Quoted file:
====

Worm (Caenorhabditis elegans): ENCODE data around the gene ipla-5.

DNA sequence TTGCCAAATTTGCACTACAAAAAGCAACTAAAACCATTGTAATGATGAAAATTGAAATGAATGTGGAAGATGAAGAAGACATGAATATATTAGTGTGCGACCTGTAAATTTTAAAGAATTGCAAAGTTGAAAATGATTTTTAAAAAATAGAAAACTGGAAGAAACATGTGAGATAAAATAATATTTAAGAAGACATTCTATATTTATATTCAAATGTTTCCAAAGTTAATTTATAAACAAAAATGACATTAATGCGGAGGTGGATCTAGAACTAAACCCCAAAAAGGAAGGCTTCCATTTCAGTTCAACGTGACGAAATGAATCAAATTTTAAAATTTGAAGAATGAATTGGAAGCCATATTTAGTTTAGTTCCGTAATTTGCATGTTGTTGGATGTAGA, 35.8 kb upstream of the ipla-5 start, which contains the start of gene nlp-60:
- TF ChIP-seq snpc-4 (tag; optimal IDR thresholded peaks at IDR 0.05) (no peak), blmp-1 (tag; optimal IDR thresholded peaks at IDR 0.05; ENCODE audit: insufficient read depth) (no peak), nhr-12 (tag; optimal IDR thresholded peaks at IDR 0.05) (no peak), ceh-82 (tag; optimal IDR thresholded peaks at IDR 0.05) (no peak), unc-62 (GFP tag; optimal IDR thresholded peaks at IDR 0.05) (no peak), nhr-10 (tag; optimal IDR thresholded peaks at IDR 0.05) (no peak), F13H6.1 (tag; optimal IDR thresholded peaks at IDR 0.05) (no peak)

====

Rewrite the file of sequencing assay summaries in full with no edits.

Worm (Caenorhabditis elegans): ENCODE data around the gene ipla-5.

DNA sequence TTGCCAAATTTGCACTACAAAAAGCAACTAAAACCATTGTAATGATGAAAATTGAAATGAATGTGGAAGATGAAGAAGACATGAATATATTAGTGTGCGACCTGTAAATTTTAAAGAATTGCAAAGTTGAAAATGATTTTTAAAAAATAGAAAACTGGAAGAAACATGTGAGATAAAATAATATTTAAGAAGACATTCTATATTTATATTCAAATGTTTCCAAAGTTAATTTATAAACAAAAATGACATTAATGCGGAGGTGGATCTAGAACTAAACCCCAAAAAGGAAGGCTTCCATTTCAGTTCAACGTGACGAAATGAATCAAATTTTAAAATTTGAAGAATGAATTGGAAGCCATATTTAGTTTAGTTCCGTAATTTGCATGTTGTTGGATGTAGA, 35.8 kb upstream of the ipla-5 start, which contains the start of gene nlp-60:
- TF ChIP-seq snpc-4 (tag; optimal IDR thresholded peaks at IDR 0.05) (no peak), blmp-1 (tag; optimal IDR thresholded peaks at IDR 0.05; ENCODE audit: insufficient read depth) (no peak), nhr-12 (tag; optimal IDR thresholded peaks at IDR 0.05) (no peak), ceh-82 (tag; optimal IDR thresholded peaks at IDR 0.05) (no peak), unc-62 (GFP tag; optimal IDR thresholded peaks at IDR 0.05) (no peak), nhr-10 (tag; optimal IDR thresholded peaks at IDR 0.05) (no peak), F13H6.1 (tag; optimal IDR thresholded peaks at IDR 0.05) (no peak)